Week ahead: Credit unions wrestle with fallout from protests, pandemic

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Race relations, the coronavirus pandemic and lawmakers’ gradual shift away from legislation that responds to the virus are shaping the week ahead for credit unions.

This week, lawmakers in the House are expected to unveil a new package of legislation aimed at reforming police practices nationwide, including ways to address claims of systemic racism within the force and stopping police brutality. As the nation continues to grapple with questions of prejudice and systemic racism after the deaths of George Floyd, Breonna Taylor and others, credit unions are reassessing how those issues intersect with the industry.

Last week multiple industry figures — including leaders of the Credit Union National Association and the chairman of the National Credit Union Administration — called on credit unions to do more to address those issues. Nationwide demonstrations have forced credit unions to rethink what role the industry might have in conversations surrounding social justice.

At least one credit union that was initially reluctant about putting out a statement about the protests did so late last week, saying it was “committed to being an antiracist organization.”

“We are…acutely aware that the inequities that our members face with mainstream financial institutions is a symptom of institutionalized racism and systemic oppression baked into the very fabric of our country. For hundreds of years, these systems have perpetuated disproportionate violence against black Americans,” read a statement from One Detroit Credit Union, signed by Chairman Orlando P. Bailey. “The protesting that we are experiencing in Detroit, Minneapolis, and around the country is warranted and is needed to move the needle toward tangible and sustainable change in our communities. We stand alongside and in support of our members raising their voices to demand an end to the injustices black communities face all over the United States, including Detroit.”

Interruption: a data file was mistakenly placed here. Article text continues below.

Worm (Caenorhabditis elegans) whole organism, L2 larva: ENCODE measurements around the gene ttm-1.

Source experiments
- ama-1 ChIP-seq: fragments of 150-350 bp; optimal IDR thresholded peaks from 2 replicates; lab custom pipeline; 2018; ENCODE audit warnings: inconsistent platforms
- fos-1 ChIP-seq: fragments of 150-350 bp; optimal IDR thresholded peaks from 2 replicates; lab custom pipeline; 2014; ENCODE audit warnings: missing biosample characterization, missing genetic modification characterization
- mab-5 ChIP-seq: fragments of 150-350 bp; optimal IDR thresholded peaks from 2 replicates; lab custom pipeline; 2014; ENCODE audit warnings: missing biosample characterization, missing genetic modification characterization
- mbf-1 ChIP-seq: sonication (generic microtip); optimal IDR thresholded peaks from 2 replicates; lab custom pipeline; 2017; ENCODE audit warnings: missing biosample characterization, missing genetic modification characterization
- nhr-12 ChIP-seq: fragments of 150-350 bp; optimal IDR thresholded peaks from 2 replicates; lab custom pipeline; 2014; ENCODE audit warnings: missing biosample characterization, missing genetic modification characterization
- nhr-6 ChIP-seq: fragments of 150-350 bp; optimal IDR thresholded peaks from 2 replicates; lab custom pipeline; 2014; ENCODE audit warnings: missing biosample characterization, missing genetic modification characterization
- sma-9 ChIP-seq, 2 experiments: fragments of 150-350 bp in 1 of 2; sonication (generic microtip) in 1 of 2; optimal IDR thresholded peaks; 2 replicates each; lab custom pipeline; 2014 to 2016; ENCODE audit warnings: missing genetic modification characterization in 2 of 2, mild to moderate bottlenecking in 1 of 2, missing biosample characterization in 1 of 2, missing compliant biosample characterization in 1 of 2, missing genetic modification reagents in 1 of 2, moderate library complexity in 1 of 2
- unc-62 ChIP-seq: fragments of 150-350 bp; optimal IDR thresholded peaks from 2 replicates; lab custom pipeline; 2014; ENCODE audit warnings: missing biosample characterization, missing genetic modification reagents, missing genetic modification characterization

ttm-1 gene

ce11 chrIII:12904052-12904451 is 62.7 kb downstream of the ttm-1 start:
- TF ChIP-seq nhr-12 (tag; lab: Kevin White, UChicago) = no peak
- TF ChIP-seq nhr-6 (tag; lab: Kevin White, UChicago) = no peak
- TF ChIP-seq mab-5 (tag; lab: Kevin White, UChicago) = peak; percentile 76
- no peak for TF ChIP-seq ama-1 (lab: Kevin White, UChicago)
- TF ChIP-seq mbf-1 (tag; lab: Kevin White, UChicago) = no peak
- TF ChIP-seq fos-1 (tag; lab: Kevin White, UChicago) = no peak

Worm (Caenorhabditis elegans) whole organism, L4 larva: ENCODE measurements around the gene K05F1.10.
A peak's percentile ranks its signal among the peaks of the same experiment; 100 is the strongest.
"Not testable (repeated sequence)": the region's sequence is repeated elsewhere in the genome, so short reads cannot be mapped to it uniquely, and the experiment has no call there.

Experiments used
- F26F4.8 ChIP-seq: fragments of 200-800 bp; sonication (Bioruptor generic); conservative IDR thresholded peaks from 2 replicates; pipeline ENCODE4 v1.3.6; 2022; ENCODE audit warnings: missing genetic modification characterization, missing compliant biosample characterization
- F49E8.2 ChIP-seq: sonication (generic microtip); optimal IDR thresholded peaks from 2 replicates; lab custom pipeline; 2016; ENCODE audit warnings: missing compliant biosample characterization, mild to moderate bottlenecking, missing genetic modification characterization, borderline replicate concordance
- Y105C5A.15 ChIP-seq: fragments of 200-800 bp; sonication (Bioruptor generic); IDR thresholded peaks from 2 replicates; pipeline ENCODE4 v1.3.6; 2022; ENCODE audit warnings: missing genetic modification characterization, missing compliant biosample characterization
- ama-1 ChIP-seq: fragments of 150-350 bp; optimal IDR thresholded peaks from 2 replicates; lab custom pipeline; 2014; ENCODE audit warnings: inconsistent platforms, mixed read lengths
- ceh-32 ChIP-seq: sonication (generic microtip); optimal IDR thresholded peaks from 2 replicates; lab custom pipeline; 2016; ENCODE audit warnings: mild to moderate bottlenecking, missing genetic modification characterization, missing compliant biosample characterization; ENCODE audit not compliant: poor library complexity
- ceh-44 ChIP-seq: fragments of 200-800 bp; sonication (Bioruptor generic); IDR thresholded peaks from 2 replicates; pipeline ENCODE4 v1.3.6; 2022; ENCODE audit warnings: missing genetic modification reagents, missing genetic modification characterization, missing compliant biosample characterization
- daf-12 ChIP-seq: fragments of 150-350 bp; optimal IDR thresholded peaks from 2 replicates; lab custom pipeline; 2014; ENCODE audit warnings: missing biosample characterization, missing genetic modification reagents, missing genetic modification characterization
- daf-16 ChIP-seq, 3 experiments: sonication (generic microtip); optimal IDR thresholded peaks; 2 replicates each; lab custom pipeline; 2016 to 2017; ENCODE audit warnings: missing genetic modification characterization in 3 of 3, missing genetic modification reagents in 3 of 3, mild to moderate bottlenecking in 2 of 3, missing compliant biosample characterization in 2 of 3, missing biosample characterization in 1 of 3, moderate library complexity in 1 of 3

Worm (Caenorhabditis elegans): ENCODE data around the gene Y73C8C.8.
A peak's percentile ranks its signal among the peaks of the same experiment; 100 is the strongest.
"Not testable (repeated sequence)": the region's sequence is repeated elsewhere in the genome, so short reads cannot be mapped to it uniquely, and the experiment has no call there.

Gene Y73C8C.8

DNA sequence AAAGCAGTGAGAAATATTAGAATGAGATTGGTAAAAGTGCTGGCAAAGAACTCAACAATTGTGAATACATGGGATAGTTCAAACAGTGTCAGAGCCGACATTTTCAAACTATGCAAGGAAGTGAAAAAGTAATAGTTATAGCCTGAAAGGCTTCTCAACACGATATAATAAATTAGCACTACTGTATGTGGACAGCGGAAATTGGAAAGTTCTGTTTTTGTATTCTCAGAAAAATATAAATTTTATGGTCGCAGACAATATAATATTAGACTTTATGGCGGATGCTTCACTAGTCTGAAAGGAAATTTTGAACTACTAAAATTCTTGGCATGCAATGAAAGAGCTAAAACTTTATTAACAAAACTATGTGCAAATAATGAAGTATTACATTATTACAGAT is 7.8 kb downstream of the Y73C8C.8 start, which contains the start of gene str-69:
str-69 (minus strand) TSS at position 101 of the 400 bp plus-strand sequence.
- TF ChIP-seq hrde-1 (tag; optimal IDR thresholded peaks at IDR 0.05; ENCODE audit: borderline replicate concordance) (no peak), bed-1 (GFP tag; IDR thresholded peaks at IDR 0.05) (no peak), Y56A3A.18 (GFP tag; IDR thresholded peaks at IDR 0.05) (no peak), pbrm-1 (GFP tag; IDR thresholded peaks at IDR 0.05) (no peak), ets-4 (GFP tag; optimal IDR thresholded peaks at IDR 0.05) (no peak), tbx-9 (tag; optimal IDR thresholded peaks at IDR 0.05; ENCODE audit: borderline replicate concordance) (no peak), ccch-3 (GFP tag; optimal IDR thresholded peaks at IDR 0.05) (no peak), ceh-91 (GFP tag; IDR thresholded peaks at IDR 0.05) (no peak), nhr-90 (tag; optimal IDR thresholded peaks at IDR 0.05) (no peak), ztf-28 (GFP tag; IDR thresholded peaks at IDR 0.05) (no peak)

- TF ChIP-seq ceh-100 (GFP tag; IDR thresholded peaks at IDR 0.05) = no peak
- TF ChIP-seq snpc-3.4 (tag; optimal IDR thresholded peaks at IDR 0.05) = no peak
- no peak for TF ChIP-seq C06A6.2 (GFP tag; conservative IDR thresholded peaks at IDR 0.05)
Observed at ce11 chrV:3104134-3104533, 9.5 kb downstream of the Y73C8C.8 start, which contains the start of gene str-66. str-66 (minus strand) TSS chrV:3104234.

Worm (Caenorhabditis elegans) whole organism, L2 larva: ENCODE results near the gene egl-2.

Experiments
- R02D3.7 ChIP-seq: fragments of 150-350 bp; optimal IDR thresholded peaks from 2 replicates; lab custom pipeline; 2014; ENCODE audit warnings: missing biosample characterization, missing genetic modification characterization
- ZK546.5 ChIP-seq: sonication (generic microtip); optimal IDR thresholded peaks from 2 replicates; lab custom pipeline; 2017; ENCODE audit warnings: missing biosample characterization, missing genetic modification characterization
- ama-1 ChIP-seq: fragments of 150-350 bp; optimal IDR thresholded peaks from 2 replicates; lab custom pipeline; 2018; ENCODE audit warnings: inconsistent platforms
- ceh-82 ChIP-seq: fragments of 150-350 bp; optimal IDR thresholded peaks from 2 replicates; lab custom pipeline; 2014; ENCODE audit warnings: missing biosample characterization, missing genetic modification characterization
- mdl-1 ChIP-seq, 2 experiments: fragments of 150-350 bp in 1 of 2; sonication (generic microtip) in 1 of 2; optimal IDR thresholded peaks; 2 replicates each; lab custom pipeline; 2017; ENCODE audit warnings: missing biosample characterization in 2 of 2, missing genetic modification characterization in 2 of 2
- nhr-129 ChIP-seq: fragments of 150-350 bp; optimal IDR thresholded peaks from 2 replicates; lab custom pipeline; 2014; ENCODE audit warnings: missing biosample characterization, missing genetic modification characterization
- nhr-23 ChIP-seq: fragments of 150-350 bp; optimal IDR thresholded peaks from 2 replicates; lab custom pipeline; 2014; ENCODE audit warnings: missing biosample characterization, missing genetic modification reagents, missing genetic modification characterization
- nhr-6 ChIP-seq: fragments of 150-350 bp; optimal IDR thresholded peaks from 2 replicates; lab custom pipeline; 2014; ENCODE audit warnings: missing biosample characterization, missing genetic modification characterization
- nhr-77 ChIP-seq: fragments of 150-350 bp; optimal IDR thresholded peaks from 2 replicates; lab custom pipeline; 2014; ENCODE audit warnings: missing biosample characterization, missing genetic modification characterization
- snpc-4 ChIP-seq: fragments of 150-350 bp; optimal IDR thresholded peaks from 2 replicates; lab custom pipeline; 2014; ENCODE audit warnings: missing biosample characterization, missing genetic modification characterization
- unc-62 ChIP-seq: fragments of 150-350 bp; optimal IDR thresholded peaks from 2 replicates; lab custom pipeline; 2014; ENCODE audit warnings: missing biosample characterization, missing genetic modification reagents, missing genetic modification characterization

Some trade groups have also come out in support of protestors.

“We stand in solidarity with the black community in mourning the deaths of George Floyd, Breonna Taylor, Ahmaud Arbery and the countless others who have been subjected to violence due to police brutality and systemic racism,” Lucy Ito, CEO of the National Association of State Credit Union Supervisors, said in a statement Friday. “NASCUS believes that black lives matter and we are committed to fostering an environment free of racism where everyone is seen, heard and respected.

Jim Nussle, CEO of CUNA, on Monday morning briefly discussed a directive last week from the trade group’s board that the association come up with actionable steps by mid-August to combat systemic racism. He emphasized that the effort will include the African-American Credit Union Coalition and other groups from across the industry, and not just be led by CUNA and its league partners.

“We want to include a number of voices, but particularly those that can help us advance equitable service to black communities,” he said.

Slowly moving back to normal?

After further changes last week to the Paycheck Protection Program, some observers have said that while lawmakers will continue to address the virus as needed, things are shifting back to a more normal legislative environment.

A variety of House and Senate hearings are expected this week. This includes a Senate Banking Committee hearing Tuesday on oversight of federal housing regulators and a House Financial Services subcommittee look at renters and evictions in the wake of the coronavirus. There will also be a markup of the 2021 National Defense Authorization Act in the Senate Armed Services Committee on Wednesday.

Congress’s shift back to normal reflects wider patterns as states continue to lift stay-at-home orders. Six states will hold primaries this week — including some that had postponed them earlier due to the coronavirus — and more than two dozen credit union-backed candidates are competing in federal races.

Similarly, while the start of summer would ordinarily signal the beginning of credit union conference season, events are still taking place, but many in a digital setting. The National Association of Federally-Insured Credit Unions this week begins a series of state-specific events all being held virtually.

Last week, the Defense Credit Union Council became the latest industry group to cancel its annual gathering, while the Cornerstone Credit Union League announced plans to bring its annual leadership conference online.

Pandemic’s impact still being felt

CUNA is expected to release new data this week on credit union performance for April, the first full month the industry grappled with the pandemic. Among the results, CUNA Chief Economist Mike Schenk said during a Monday press call, is a 14% uptick in savings year over year, he said.

There was also a slowdown in lending, leading to a decline in the industry’s loan-to-share ratio, which he reported dropped from 84.4% at the start of the year to 78.1% in April. That’s the largest four-month decline at the start of the year since tracking began 30 years ago.

Delinquencies are also up 23%, compared with April 2019, according to Schenk.

Still, Schenk said, “we are on margin more upbeat than we were a month ago” in part because of a stronger-than-expected jobs report release last week, which “means we believe loan losses will be a bit lower than we originally forecasted.”

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Racial Bias Under-served populations Diversity and equality Coronavirus Consumer banking Deposits Delinquencies Law and regulation